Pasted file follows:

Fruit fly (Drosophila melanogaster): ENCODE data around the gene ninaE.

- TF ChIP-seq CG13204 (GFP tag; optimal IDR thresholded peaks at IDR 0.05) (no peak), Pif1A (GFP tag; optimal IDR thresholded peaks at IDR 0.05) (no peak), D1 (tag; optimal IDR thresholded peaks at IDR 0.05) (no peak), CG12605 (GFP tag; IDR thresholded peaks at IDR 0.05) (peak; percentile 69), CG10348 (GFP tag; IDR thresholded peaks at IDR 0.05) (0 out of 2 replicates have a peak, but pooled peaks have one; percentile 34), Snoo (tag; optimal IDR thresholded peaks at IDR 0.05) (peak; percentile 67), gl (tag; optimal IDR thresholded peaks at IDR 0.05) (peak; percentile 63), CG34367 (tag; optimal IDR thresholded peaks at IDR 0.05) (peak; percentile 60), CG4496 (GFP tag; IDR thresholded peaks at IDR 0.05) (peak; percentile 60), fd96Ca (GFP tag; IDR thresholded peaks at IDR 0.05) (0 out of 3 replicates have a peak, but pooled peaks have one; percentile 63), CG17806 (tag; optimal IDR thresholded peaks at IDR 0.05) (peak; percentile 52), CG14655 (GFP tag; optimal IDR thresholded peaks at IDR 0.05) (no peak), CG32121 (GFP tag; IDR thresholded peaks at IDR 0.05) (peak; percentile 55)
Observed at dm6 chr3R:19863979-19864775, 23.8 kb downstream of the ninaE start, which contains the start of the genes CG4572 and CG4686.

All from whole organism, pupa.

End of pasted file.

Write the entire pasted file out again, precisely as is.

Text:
Fruit fly (Drosophila melanogaster): ENCODE data around the gene ninaE.

- TF ChIP-seq CG13204 (GFP tag; optimal IDR thresholded peaks at IDR 0.05) (no peak), Pif1A (GFP tag; optimal IDR thresholded peaks at IDR 0.05) (no peak), D1 (tag; optimal IDR thresholded peaks at IDR 0.05) (no peak), CG12605 (GFP tag; IDR thresholded peaks at IDR 0.05) (peak; percentile 69), CG10348 (GFP tag; IDR thresholded peaks at IDR 0.05) (0 out of 2 replicates have a peak, but pooled peaks have one; percentile 34), Snoo (tag; optimal IDR thresholded peaks at IDR 0.05) (peak; percentile 67), gl (tag; optimal IDR thresholded peaks at IDR 0.05) (peak; percentile 63), CG34367 (tag; optimal IDR thresholded peaks at IDR 0.05) (peak; percentile 60), CG4496 (GFP tag; IDR thresholded peaks at IDR 0.05) (peak; percentile 60), fd96Ca (GFP tag; IDR thresholded peaks at IDR 0.05) (0 out of 3 replicates have a peak, but pooled peaks have one; percentile 63), CG17806 (tag; optimal IDR thresholded peaks at IDR 0.05) (peak; percentile 52), CG14655 (GFP tag; optimal IDR thresholded peaks at IDR 0.05) (no peak), CG32121 (GFP tag; IDR thresholded peaks at IDR 0.05) (peak; percentile 55)
Observed at dm6 chr3R:19863979-19864775, 23.8 kb downstream of the ninaE start, which contains the start of the genes CG4572 and CG4686.

All from whole organism, pupa.